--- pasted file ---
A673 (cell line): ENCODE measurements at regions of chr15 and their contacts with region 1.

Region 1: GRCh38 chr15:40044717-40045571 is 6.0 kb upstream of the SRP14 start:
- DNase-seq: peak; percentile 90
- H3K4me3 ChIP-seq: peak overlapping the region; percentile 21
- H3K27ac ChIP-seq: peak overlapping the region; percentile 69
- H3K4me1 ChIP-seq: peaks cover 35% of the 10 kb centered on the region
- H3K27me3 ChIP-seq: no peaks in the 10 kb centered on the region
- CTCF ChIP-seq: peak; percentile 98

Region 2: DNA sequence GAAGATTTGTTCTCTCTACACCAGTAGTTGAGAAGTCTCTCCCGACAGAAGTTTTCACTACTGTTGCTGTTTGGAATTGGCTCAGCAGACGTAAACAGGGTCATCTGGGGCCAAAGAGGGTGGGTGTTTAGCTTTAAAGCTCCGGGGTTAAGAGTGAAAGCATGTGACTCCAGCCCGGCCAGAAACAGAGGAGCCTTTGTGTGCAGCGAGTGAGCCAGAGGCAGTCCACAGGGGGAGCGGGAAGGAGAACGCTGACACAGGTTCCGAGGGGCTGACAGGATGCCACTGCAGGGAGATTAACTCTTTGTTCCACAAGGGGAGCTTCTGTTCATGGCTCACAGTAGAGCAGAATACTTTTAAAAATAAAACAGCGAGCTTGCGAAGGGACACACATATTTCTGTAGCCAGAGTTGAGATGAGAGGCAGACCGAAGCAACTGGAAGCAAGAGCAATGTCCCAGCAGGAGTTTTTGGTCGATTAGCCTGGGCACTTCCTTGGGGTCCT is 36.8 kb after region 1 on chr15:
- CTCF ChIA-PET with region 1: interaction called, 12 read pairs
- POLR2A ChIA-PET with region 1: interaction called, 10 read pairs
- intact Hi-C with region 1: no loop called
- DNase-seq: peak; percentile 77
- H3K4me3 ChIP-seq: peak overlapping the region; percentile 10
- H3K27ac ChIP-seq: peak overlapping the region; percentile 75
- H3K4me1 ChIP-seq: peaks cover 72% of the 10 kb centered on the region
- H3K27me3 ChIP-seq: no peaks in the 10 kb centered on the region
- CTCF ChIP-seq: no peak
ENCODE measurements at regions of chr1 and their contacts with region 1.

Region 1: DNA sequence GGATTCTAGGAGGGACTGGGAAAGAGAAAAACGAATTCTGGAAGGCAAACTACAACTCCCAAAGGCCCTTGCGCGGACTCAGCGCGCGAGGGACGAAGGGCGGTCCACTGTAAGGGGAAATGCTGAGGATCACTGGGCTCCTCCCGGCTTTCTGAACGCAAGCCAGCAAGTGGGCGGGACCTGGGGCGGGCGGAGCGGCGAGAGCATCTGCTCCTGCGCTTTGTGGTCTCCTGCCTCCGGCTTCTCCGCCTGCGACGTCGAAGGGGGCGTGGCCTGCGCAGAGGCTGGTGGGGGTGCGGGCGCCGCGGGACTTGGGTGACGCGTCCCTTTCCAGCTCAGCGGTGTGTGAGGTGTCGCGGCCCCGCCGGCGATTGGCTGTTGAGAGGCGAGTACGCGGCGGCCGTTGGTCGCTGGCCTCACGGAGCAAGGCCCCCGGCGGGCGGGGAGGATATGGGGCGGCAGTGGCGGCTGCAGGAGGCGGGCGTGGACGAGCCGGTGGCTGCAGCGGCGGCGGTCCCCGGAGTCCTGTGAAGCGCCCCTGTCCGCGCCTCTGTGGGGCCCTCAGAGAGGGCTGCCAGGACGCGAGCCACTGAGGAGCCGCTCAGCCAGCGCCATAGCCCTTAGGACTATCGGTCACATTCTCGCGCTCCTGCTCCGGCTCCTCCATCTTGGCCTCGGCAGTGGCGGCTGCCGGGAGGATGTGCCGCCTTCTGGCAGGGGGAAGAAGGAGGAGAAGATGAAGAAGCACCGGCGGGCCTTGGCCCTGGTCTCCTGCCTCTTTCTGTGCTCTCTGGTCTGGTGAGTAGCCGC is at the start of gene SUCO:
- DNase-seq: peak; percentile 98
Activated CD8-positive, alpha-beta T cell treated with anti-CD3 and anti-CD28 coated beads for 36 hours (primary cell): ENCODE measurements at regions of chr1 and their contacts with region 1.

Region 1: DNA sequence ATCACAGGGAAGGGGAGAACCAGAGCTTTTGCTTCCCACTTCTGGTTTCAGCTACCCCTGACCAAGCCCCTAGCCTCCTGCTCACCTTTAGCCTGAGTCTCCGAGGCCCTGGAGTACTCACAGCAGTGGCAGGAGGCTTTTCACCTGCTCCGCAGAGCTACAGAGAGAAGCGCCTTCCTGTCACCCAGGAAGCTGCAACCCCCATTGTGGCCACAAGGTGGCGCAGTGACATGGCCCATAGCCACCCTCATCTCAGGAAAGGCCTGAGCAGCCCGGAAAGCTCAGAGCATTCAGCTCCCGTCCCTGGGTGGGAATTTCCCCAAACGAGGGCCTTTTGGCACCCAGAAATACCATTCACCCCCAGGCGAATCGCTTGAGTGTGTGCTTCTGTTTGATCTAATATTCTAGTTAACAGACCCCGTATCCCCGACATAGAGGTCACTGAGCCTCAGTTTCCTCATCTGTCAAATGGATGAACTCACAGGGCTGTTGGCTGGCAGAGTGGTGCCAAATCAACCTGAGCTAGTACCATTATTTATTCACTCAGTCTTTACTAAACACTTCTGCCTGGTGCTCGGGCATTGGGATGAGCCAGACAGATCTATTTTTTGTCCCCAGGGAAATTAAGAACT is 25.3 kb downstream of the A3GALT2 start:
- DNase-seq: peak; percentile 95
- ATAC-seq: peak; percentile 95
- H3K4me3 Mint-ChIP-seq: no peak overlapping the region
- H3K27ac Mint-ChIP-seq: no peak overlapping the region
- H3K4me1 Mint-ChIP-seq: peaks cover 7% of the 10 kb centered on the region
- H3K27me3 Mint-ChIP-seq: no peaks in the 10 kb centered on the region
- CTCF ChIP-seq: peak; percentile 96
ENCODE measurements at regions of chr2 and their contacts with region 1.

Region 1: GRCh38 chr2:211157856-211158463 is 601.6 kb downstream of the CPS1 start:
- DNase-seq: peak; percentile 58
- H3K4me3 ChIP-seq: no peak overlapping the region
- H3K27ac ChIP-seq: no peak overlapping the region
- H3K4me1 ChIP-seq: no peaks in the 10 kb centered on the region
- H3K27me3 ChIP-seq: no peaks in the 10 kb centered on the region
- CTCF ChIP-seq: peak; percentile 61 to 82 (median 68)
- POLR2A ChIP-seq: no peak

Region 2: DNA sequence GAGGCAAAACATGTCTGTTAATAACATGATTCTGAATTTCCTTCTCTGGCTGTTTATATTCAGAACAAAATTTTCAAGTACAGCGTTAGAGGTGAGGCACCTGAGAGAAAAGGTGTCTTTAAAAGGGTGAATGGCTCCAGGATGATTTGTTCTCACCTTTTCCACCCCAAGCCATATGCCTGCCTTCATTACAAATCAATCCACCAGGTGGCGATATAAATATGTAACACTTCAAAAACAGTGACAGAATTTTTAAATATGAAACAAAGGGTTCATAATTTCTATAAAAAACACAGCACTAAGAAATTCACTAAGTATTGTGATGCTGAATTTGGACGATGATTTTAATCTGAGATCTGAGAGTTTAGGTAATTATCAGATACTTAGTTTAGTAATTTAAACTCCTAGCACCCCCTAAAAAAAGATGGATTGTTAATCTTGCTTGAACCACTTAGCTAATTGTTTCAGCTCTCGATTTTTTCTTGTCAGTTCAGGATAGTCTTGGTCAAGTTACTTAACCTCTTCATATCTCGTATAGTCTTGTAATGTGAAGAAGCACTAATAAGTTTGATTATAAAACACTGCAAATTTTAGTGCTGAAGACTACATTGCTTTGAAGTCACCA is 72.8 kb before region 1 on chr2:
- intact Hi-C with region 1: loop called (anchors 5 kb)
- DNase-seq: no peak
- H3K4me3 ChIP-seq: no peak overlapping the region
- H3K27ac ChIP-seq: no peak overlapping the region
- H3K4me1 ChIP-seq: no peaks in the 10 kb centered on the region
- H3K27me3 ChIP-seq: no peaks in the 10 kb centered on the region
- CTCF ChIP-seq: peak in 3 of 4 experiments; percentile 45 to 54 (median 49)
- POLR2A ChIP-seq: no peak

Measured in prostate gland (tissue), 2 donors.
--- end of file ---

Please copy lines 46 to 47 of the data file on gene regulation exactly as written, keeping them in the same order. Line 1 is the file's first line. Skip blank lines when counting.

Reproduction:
- H3K27me3 ChIP-seq: no peaks in the 10 kb centered on the region
- CTCF ChIP-seq: peak in 3 of 4 experiments; percentile 45 to 54 (median 49)